The Book of Anecdotes and Budget of Fun Part 23

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"CAN you return my love, dearest Julia?" "Certainly, Sir, I don't want it I'm sure."


A FEW days since, as a lady of rather inquisitive character was visiting our county seat, among other places she called at the Jail. She would ask the different prisoners for what crime they were in there. It went off well enough, till she came to a rather hard looking specimen of humanity, whom she asked:

"What are you in here for?"

"For stealing a horse."

"Are you not sorry for it?"


"Won't you try and do better next time?"

"_Yes! I'll steal two._"


A DUTCHMAN'S heart-rending soliloquy is described thus: "She lofes Shon Mickle so much better as I, pecause he's cot koople tollers more as I has!"


A STUTTERING man at a public table, had occasion to use a pepper box.

After shaking it with all due vengeance, and turning it in various ways, he found that the pepper was in no wise inclined to come forth.

"T-th-this-p-pep-per box," he exclaimed, with a sagacious grin, "is so-something like myself."

"Why?" asked a neighbor.

"P-poor-poor delivery," he replied.


LORD ELLENBOROUGH was once about to go on the circuit, when Lady E. said that she should like to accompany him. He replied that he had no objections, provided she did not enc.u.mber the carriage with bandboxes, which were his utter abhorrence. They set off. During the first day's journey, Lord Ellenborough, happening to stretch his legs, struck his feet against something below the seat. He discovered that it was a bandbox. His indignation is not to be described. Up went the window, and out went the bandbox. The coachman stopped; and the footman, thinking that the bandbox had tumbled out of the window by some extraordinary chance, was going to pick it up, when Lord Ellenborough furiously called out, "Drive on!" The bandbox accordingly was left by a ditch side.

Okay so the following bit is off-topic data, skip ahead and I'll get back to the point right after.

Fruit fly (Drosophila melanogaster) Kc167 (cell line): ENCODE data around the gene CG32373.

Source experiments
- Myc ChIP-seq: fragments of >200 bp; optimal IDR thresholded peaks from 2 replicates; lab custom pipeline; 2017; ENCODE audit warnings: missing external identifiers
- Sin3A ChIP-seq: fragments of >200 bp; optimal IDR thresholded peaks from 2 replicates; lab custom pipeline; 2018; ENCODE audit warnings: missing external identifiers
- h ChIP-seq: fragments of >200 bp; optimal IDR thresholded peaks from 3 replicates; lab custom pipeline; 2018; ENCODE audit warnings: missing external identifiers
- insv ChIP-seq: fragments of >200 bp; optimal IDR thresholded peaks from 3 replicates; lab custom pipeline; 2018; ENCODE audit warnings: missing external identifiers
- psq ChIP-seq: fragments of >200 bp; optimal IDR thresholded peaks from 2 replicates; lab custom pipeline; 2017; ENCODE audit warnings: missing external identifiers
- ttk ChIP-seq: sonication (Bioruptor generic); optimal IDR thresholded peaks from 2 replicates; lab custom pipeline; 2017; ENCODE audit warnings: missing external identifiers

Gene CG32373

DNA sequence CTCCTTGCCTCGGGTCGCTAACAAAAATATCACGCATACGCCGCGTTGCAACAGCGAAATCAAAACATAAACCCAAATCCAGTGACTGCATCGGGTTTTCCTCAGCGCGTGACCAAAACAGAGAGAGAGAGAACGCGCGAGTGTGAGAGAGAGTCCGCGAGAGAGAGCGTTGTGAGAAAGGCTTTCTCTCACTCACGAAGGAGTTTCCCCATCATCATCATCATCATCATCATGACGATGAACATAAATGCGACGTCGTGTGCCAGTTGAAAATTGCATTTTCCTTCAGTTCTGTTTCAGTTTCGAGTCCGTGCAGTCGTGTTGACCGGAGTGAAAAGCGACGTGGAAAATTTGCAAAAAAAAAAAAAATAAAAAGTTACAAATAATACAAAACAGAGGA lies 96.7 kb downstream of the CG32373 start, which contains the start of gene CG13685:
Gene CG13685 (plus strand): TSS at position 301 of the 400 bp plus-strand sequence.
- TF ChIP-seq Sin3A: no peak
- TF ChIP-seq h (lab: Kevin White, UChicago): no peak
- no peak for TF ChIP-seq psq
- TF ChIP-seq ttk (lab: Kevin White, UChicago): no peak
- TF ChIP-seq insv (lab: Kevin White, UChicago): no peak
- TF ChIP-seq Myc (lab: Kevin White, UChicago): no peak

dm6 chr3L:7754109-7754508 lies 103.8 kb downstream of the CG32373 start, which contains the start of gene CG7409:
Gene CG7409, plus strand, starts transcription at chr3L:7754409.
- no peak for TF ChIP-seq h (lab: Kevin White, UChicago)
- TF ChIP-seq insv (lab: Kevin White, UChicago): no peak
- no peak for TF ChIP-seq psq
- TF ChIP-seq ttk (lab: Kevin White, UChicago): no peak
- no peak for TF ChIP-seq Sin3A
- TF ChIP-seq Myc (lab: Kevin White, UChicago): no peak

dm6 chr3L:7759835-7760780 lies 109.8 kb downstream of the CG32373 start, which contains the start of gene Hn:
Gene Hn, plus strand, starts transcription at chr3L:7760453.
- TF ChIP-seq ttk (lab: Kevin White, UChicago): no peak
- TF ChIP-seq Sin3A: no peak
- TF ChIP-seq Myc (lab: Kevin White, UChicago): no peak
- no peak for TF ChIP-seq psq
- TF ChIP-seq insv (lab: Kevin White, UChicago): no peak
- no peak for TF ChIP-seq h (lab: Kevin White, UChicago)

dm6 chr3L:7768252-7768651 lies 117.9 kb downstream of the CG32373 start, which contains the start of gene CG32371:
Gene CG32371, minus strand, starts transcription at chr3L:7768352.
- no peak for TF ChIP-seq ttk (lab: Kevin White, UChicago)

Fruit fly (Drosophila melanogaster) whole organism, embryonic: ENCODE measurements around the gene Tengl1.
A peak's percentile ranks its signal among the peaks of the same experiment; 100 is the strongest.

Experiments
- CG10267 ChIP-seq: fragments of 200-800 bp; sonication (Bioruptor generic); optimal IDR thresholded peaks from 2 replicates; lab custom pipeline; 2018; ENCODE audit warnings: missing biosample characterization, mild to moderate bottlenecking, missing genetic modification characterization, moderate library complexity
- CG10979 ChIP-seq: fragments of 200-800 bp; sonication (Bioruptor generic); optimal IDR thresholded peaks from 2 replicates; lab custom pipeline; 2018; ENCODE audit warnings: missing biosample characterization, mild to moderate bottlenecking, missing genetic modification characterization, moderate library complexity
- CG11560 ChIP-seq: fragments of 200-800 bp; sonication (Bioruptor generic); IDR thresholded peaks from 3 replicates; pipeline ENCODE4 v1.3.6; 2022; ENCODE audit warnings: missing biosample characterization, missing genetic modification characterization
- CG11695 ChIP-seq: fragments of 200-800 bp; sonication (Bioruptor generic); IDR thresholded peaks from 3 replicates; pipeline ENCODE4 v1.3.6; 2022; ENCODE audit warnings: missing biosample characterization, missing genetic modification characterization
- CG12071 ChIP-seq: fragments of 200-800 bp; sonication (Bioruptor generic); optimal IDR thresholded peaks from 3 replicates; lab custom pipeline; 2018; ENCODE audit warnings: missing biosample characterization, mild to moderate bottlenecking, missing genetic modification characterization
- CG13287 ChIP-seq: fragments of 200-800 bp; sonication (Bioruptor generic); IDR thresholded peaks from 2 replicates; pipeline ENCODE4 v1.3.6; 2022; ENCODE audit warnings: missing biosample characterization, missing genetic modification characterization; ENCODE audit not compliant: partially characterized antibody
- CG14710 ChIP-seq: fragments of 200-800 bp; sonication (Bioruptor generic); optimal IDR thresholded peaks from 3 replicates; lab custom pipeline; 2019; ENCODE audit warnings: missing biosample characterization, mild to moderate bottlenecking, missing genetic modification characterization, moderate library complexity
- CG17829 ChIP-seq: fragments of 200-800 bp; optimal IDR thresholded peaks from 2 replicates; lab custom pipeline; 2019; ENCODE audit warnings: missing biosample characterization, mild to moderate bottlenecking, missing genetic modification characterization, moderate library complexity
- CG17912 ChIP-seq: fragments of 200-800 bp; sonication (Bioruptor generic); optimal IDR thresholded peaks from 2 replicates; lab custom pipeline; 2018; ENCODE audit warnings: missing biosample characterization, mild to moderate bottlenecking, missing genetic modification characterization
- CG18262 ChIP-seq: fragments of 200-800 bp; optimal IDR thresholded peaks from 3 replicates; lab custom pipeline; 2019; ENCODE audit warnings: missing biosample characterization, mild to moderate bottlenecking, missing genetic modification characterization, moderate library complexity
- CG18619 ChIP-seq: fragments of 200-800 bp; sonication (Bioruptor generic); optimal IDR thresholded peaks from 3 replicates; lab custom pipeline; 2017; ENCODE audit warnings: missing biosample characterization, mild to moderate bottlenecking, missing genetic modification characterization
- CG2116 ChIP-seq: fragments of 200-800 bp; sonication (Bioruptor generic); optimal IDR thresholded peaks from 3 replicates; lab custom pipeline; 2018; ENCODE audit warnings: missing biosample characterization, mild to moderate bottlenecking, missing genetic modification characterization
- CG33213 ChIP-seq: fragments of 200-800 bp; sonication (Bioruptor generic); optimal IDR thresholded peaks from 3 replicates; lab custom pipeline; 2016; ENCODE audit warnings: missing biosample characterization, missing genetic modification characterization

Having reached the county-town, where he was to officiate as judge, Lord Ellenborough proceeded to array himself for his appearance in the court-house. "Now," said he, "where's my wig,--where _is_ my wig?" "My Lord," replied his attendant, "it was thrown out of the carriage window."


SIR Walter Scott, in his article in the _Quarterly Review_, on the Culloden papers, mentions a characteristic instance of an old Highland warrior's mode of pardon. "You must forgive even your bitterest enemy, Kenmuir, now," said the confessor to him, as he lay gasping on his death-bed. "Well, if I must, I must," replied the Chieftain, "but my curse be on you, Donald," turning towards his son, "if you forgive him."


WE have just now heard a cabbage story which we will cook up for our laughter loving readers:

"Oh! I love you like anything," said a young countryman to his sweetheart, warmly pressing her hand.

"Ditto," said she gently returning his pressure.

The ardent lover, not happening to be over and above learned, was sorely puzzled to understand the meaning of ditto--but was ashamed to expose his ignorance by asking the girl. He went home, and the next day being at work in a cabbage patch with his father, he spoke out:

"Daddy, what's the meaning of ditto?"

"Why," said the old man, "this here is one cabbage head, ain't it?"

"Yes, daddy."

"Well, that ere's ditto."

"Rot that good-for-nothing gal!" e.j.a.c.u.l.a.t.ed the indignant son; "she called me a cabbage head, and I'll be darned if ever I go to see her again."


AN old sailor, at the theatre, said he supposed that dancing girls wore their dresses at half-mast as a mark of respect to departed modesty.

The Book of Anecdotes and Budget of Fun Part 23

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The Book of Anecdotes and Budget of Fun Part 23 summary

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